Unusually, what I thought was going to be one of my favourite songs on the CD, turned out not to be. It has grown on me, but the backing vocals are a little deep, and…..well….strange. But it does put I smile on my face now. It is the shortest song on the CD, at 2 minutes, 13 seconds, and has a typical, cheery, Hobbit sound. A harmonica provides a good tune, along with a recorder, with spoons and a 12 string guitar giving the backing. You can just imagine Pippin in the bath! Don’t take that the wrong way, know.

*Track Eleven: In Durin’s Day (FotR, Bk. 2, Ch. 4)

A Celtic harp, 12 string guitar and drum provides the music to this song. “Orchestral bits” as they call it, come in now and again. The song has a medium tempo, and does sound slightly Dwarvish. It has an interesting sound, and good vocals. A good take on the poem.

*Track Twelve: Lay Of Nimrodel (FotR, Bk. 2, Ch. 6)

This song is another of my favourites. Good harmonies with the vocals, a Celtic Harp, recorders, Mandola and Cello all come together to give this song a lovely Elven sound. The recorder starts the song with a high, beautiful sound, and then stops as the Celtic harp and vocals of Margaret Davis comes in. When the song has reached the point of being just under 2 minutes, the male vocals come in, to back up the leading vocals. The singing then stops, as the recorder comes back in, with its beautiful tune to go over the harp accompaniment. Then the leading vocals come in once again, soon to be joined by male vocal harmonies. A wonderful song.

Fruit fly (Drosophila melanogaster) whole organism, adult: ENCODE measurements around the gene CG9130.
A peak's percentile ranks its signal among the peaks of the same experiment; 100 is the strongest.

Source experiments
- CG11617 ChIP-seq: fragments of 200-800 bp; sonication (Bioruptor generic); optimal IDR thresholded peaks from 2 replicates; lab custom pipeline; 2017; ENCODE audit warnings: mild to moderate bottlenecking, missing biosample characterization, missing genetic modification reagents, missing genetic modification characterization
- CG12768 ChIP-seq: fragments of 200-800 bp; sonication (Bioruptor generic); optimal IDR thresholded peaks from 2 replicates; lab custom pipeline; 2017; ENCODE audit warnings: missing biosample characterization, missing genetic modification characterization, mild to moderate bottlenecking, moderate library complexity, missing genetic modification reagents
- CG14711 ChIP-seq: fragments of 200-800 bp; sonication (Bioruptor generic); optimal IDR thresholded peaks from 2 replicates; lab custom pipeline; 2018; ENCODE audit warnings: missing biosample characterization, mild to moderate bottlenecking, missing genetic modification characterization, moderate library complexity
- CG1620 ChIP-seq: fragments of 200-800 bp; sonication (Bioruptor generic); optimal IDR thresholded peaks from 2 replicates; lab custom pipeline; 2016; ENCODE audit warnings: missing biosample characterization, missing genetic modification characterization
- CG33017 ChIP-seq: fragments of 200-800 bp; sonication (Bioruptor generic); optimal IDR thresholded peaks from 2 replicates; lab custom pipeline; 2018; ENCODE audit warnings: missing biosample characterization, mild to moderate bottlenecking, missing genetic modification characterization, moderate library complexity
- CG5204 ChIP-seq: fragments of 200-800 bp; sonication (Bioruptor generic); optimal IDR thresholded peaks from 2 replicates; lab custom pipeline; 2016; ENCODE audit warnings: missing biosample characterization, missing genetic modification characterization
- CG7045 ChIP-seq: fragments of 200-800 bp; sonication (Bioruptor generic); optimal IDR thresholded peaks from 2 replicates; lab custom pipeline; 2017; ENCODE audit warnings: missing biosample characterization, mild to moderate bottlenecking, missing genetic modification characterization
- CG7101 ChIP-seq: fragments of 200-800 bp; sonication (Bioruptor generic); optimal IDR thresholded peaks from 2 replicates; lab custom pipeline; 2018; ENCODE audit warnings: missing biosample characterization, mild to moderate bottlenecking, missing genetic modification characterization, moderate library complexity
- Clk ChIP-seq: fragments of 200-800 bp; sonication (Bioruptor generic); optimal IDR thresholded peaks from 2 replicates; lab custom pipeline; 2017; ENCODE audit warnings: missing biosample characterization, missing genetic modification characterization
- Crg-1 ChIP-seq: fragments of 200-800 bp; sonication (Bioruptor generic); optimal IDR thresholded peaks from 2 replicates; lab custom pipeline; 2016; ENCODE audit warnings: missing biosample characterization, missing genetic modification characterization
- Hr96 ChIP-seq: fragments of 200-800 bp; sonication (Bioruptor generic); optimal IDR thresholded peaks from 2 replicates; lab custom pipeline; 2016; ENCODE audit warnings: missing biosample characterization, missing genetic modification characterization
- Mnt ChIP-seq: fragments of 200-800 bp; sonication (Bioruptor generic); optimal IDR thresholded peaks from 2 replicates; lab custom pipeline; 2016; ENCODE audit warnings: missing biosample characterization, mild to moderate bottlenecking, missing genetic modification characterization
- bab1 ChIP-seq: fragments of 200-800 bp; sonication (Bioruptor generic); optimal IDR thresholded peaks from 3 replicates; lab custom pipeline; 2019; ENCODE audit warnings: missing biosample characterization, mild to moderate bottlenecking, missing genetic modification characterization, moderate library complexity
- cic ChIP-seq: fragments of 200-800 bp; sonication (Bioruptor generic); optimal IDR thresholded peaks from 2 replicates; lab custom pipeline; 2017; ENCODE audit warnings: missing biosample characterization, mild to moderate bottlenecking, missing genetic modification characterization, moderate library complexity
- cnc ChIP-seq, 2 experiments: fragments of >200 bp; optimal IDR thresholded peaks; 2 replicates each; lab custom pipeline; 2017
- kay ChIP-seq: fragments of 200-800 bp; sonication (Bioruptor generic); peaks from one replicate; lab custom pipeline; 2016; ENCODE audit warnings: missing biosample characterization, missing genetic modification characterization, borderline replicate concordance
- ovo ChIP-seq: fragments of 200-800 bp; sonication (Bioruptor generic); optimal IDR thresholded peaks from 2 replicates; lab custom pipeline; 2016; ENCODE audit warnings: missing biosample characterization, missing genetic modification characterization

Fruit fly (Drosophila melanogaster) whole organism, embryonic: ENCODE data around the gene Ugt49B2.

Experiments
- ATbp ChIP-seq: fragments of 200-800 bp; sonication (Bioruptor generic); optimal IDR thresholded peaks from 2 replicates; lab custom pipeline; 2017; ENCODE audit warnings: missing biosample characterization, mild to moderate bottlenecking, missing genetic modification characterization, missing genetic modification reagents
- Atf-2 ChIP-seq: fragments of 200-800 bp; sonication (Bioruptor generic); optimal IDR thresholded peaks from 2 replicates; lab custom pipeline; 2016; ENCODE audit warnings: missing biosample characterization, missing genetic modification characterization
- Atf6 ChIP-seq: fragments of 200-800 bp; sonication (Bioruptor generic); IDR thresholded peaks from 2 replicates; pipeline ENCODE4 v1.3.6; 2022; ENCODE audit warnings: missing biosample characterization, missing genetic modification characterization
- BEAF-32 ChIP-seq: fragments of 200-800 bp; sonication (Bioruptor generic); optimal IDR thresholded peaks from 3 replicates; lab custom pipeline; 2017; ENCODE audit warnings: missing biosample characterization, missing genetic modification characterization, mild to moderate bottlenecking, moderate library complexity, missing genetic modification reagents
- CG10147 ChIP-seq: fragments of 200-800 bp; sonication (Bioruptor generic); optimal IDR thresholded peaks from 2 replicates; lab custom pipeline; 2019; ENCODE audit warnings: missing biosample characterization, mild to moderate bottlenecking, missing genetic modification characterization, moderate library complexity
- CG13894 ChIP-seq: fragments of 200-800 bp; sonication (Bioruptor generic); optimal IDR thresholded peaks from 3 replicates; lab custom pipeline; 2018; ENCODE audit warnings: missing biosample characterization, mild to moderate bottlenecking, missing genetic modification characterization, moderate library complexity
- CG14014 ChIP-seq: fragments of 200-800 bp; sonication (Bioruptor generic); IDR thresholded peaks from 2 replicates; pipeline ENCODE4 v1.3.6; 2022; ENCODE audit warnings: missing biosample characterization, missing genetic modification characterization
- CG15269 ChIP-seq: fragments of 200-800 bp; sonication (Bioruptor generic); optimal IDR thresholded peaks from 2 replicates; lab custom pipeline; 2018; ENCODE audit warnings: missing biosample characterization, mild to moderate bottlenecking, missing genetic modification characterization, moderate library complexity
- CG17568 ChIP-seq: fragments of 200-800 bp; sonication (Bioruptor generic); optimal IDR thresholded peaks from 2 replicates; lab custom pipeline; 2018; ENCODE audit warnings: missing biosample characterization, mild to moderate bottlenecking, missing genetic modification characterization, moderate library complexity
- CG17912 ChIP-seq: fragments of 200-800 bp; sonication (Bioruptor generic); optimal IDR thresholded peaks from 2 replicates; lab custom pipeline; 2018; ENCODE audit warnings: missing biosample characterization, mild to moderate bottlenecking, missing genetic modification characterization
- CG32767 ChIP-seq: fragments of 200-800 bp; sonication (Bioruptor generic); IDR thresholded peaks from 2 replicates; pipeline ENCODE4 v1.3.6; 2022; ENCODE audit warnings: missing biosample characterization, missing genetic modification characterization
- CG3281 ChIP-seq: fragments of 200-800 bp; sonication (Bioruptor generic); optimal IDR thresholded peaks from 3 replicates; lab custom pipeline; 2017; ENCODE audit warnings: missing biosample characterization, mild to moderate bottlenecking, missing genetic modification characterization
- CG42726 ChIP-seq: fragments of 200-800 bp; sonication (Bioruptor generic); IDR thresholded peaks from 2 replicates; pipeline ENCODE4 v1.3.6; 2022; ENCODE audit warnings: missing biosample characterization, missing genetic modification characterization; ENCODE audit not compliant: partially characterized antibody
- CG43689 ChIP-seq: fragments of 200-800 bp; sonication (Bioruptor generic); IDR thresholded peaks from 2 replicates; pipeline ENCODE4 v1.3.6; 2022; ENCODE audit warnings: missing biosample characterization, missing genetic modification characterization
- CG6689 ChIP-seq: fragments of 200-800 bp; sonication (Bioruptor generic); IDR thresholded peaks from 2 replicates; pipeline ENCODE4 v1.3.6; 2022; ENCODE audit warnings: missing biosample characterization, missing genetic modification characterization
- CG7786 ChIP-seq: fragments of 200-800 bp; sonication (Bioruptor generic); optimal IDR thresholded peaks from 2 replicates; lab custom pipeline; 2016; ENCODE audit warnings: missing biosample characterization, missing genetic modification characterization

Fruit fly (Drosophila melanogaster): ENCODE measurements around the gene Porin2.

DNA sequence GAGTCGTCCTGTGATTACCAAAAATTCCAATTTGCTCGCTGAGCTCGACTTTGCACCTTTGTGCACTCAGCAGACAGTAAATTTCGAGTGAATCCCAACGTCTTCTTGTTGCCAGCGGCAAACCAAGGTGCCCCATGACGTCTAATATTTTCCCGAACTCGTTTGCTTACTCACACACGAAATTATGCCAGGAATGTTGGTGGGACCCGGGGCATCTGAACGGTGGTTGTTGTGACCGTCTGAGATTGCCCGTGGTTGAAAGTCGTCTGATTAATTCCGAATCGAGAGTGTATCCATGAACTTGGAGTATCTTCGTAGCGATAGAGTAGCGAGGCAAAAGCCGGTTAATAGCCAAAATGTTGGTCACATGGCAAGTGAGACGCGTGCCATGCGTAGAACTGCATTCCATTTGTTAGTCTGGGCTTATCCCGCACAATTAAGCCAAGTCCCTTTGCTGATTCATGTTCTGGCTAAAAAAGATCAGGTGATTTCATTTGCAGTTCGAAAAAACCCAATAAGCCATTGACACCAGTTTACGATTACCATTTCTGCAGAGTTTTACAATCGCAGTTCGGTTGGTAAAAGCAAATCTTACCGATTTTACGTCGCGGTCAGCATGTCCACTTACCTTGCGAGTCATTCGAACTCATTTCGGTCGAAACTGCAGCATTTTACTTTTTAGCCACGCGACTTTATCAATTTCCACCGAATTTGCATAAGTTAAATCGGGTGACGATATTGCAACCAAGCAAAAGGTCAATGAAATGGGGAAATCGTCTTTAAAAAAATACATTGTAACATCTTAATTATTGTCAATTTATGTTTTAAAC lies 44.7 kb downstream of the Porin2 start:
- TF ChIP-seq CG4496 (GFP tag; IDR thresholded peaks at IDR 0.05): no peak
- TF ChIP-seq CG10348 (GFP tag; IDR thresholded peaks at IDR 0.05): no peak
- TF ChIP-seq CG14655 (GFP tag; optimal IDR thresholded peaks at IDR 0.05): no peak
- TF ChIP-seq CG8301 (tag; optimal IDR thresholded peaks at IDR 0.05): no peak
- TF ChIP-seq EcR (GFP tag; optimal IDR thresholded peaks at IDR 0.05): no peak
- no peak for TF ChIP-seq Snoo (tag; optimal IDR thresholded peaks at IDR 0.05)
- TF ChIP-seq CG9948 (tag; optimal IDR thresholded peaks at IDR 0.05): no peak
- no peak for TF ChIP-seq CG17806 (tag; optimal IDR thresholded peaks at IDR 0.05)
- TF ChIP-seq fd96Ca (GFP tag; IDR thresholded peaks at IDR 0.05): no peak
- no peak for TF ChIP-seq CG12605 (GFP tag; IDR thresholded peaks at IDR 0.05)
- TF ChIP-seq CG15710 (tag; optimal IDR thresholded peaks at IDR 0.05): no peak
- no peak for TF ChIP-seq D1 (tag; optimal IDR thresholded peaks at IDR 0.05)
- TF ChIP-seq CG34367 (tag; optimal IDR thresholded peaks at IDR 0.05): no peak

*Track Thirteen: When Spring Unfolds

To tell you the truth, I really don’t know what to make of this song. The verses where the Ents are singing are different to the beat in the verses where the Entwives sing. The last verse almost combines the two, as they are both singing. A cello, guitar, recorder and bouzouki are the instruments used. For some strange reason, I can always imagine Boromir (When played by Sean Bean) singing this……don’t ask me why. But anyway, this is not one of my favourite songs on the CD, but it’s all right, even though it is not what I expect the Ents to sing, because of the beat.

Overall, I think this is a good CD, a good buy. You do have to have a certain taste for folk to enjoy it, and at least a tolerance for certain types of voices.

I give it 7/10.